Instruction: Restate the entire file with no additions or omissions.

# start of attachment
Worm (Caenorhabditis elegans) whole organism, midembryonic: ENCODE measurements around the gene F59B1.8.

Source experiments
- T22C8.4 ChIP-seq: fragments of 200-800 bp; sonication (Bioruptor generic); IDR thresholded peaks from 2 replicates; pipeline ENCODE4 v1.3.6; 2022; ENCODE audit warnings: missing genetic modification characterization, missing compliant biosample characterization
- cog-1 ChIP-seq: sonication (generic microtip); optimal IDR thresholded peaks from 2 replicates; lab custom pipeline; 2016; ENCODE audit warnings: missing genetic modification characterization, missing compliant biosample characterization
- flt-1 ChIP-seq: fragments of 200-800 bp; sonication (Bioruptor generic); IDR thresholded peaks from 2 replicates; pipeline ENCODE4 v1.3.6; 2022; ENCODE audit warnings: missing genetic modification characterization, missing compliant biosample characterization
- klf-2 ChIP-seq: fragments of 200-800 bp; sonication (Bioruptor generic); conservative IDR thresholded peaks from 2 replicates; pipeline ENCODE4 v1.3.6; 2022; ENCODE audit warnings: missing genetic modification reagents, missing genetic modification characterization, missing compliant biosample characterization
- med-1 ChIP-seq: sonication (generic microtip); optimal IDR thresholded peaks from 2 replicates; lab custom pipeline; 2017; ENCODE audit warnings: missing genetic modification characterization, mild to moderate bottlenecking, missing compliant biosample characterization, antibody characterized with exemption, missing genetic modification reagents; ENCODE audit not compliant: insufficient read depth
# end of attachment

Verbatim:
Worm (Caenorhabditis elegans) whole organism, midembryonic: ENCODE measurements around the gene F59B1.8.

Source experiments
- T22C8.4 ChIP-seq: fragments of 200-800 bp; sonication (Bioruptor generic); IDR thresholded peaks from 2 replicates; pipeline ENCODE4 v1.3.6; 2022; ENCODE audit warnings: missing genetic modification characterization, missing compliant biosample characterization
- cog-1 ChIP-seq: sonication (generic microtip); optimal IDR thresholded peaks from 2 replicates; lab custom pipeline; 2016; ENCODE audit warnings: missing genetic modification characterization, missing compliant biosample characterization
- flt-1 ChIP-seq: fragments of 200-800 bp; sonication (Bioruptor generic); IDR thresholded peaks from 2 replicates; pipeline ENCODE4 v1.3.6; 2022; ENCODE audit warnings: missing genetic modification characterization, missing compliant biosample characterization
- klf-2 ChIP-seq: fragments of 200-800 bp; sonication (Bioruptor generic); conservative IDR thresholded peaks from 2 replicates; pipeline ENCODE4 v1.3.6; 2022; ENCODE audit warnings: missing genetic modification reagents, missing genetic modification characterization, missing compliant biosample characterization
- med-1 ChIP-seq: sonication (generic microtip); optimal IDR thresholded peaks from 2 replicates; lab custom pipeline; 2017; ENCODE audit warnings: missing genetic modification characterization, mild to moderate bottlenecking, missing compliant biosample characterization, antibody characterized with exemption, missing genetic modification reagents; ENCODE audit not compliant: insufficient read depth